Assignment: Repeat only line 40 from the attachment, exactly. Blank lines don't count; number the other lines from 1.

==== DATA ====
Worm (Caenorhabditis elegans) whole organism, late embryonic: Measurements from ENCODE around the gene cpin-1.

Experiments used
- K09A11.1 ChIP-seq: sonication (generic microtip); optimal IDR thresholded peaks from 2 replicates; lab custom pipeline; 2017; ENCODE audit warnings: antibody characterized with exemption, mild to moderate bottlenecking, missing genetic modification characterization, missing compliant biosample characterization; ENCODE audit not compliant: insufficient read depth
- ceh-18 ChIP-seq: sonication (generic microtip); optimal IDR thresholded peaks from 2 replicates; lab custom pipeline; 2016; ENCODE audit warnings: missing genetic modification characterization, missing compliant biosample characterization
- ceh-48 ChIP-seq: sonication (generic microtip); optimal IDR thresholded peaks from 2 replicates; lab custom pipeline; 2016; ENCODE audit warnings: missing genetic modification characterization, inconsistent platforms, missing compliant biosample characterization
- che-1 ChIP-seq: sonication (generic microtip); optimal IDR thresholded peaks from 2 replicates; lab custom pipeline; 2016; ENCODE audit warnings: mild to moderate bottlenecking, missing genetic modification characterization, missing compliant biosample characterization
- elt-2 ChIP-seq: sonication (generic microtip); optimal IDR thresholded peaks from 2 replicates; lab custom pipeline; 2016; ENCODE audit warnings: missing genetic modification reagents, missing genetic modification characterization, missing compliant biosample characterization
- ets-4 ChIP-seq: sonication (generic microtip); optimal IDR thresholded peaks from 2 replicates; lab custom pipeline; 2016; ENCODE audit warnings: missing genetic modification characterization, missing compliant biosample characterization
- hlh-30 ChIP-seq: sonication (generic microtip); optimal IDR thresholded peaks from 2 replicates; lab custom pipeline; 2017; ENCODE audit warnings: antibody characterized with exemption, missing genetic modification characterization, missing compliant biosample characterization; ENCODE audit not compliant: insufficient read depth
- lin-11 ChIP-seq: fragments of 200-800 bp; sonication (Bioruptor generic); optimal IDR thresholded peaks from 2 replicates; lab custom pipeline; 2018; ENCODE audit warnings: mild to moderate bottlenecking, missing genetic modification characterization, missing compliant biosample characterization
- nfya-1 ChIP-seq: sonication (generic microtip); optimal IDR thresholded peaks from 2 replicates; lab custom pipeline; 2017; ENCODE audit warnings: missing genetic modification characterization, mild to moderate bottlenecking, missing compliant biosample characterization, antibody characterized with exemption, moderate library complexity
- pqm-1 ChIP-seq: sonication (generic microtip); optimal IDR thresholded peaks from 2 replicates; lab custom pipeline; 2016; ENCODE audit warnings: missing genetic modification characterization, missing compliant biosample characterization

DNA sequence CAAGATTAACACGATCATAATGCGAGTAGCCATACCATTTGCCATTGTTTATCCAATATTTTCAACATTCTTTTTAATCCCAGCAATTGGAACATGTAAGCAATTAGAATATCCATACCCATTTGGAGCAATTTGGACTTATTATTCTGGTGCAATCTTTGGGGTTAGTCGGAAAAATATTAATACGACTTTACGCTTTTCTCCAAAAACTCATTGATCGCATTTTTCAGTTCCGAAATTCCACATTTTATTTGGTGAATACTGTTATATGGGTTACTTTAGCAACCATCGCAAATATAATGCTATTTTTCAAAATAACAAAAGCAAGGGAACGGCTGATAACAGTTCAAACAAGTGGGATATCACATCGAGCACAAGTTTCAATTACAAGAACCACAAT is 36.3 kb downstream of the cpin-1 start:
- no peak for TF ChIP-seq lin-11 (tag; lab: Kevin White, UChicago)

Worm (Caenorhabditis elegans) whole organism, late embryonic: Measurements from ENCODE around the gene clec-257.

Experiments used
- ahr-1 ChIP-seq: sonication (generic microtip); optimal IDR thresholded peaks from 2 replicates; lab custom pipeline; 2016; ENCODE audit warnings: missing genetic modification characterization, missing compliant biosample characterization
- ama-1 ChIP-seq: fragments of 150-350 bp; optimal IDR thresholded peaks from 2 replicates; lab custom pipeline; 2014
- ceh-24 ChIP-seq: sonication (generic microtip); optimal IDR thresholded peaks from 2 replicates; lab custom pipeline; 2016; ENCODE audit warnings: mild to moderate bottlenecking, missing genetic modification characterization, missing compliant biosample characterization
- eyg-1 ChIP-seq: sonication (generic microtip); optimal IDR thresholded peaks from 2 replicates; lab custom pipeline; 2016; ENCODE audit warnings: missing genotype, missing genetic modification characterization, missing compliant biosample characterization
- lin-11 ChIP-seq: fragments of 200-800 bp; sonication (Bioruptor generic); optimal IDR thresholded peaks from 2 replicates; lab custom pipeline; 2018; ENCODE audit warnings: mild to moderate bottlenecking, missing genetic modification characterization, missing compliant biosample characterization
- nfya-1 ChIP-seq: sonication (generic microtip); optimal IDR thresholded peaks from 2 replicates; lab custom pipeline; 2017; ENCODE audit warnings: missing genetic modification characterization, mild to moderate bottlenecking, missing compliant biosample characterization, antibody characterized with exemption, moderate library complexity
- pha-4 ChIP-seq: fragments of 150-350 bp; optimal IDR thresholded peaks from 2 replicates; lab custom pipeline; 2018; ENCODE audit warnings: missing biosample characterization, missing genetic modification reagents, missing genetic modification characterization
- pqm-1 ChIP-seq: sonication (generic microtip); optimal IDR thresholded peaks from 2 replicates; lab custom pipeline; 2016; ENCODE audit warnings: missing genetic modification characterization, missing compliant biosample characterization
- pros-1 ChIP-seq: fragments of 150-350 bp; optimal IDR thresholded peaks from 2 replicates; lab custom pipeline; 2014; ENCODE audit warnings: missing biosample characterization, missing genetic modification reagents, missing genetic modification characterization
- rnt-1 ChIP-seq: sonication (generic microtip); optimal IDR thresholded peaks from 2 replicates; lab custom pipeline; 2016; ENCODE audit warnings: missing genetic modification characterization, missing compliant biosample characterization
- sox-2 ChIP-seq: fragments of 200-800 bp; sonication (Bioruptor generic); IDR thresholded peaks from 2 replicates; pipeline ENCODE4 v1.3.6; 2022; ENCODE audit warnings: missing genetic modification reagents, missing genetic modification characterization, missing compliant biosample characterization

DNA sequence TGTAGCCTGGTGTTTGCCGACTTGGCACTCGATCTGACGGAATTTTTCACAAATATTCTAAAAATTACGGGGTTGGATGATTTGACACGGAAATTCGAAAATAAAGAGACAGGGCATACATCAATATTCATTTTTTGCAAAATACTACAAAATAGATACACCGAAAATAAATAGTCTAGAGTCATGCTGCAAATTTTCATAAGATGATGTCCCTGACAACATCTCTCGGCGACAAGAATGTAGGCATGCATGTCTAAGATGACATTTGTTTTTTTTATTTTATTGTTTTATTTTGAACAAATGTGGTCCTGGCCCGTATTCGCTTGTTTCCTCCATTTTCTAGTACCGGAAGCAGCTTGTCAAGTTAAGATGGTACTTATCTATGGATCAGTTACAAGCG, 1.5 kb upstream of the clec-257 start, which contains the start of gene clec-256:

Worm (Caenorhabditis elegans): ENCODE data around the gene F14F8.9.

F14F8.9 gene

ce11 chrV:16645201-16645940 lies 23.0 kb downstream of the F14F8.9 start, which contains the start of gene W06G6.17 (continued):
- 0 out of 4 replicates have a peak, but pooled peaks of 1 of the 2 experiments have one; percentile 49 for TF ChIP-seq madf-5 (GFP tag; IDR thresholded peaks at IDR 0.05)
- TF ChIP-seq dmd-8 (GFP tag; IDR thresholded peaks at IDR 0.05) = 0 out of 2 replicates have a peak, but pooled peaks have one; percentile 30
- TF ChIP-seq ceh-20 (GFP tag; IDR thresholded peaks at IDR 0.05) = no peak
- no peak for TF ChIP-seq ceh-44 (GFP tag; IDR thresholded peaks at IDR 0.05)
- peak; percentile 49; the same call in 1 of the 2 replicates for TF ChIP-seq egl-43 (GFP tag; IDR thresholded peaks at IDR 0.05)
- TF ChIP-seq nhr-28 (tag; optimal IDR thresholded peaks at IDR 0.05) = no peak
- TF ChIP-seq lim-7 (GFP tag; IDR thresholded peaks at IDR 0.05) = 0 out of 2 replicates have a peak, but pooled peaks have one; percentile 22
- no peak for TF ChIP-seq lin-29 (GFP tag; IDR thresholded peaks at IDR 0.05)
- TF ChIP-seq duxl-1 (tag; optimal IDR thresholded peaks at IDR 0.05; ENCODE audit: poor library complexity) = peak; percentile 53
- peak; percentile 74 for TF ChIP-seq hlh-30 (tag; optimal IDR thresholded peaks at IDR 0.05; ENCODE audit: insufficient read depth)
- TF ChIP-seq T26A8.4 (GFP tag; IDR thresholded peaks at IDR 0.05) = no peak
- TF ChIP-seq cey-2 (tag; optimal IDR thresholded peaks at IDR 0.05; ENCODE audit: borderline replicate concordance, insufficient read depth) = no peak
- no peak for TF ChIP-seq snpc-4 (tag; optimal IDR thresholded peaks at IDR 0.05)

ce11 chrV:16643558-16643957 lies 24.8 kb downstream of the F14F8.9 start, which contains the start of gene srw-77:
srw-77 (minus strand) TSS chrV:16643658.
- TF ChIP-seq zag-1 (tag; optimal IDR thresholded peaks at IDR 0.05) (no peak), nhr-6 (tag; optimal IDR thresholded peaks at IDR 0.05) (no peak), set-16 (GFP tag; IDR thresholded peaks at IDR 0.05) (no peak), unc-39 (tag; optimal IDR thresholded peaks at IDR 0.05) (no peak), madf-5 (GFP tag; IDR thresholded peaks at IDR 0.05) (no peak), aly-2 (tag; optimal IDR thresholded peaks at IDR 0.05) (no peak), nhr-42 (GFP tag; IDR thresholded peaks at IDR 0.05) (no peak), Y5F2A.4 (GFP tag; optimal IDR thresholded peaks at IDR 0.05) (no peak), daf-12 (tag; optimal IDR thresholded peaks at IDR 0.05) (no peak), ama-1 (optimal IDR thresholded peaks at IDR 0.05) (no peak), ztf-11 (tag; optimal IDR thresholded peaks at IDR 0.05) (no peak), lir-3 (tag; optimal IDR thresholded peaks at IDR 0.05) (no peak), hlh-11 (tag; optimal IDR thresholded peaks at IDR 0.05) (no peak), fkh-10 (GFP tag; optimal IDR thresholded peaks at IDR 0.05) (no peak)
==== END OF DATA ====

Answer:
- TF ChIP-seq duxl-1 (tag; optimal IDR thresholded peaks at IDR 0.05; ENCODE audit: poor library complexity) = peak; percentile 53